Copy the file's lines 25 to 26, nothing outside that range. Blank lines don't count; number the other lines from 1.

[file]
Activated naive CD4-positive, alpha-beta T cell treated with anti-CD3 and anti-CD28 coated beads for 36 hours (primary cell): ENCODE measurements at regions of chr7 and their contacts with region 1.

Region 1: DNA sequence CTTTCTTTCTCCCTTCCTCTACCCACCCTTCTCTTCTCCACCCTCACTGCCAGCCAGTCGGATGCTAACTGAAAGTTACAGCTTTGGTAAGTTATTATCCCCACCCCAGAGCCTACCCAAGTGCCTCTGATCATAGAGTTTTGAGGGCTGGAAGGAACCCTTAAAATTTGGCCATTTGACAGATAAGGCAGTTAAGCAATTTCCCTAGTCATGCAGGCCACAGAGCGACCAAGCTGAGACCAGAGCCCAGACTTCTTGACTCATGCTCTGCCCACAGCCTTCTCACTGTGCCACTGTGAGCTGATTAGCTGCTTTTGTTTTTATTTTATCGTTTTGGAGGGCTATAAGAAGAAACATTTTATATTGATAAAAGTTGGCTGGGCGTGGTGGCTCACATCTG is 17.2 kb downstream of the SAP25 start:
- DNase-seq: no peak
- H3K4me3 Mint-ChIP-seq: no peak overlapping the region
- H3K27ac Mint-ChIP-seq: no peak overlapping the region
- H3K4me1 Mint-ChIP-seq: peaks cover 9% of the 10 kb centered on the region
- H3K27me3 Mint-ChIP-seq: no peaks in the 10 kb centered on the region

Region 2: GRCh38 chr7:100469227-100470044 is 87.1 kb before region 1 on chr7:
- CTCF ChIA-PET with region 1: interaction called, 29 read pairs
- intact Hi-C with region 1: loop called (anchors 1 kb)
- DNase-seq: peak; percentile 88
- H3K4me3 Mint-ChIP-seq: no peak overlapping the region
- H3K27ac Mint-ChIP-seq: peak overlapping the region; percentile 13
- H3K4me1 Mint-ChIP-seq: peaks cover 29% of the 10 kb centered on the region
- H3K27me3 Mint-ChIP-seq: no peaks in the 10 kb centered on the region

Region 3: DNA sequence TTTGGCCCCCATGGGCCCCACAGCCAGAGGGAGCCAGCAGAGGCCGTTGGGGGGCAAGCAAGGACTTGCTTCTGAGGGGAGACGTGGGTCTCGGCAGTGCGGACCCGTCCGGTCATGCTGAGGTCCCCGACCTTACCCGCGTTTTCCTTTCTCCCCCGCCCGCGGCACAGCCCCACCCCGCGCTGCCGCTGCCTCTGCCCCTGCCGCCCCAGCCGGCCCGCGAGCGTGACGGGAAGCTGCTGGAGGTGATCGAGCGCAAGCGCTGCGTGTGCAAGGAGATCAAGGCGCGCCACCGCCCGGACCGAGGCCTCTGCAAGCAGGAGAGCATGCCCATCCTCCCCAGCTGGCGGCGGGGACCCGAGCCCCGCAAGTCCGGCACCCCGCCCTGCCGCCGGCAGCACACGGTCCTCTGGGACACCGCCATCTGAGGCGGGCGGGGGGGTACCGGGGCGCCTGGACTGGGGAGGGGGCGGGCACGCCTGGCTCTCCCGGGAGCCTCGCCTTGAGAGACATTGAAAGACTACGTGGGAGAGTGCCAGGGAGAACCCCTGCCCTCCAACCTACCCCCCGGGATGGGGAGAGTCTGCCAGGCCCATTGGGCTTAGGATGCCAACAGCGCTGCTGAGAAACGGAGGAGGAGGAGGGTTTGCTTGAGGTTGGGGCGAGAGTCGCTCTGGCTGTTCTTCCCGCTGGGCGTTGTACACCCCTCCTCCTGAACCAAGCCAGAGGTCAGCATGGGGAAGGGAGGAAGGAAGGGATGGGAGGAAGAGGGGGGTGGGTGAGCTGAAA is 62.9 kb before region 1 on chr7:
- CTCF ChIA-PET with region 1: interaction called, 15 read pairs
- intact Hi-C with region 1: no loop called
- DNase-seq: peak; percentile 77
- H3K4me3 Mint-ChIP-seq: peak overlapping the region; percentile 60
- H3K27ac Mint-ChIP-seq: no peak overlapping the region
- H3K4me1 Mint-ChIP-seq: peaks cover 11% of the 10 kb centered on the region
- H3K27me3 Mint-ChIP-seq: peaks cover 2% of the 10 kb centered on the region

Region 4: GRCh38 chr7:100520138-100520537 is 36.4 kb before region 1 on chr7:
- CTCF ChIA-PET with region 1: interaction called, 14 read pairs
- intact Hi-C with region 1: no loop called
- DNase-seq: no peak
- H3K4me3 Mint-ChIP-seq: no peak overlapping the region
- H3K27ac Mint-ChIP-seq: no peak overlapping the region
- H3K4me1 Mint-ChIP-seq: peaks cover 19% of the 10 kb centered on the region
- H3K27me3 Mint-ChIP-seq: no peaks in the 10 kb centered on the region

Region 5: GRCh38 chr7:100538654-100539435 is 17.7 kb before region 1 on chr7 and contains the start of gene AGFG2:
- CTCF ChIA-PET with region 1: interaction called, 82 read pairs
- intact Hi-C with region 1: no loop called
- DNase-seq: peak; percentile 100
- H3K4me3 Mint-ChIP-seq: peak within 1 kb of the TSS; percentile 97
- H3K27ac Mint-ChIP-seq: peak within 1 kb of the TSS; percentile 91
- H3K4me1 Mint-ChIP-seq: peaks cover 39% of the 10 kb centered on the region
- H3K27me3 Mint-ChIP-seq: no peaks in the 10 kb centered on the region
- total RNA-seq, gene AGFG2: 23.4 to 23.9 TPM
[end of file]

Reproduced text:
- CTCF ChIA-PET with region 1: interaction called, 14 read pairs
- intact Hi-C with region 1: no loop called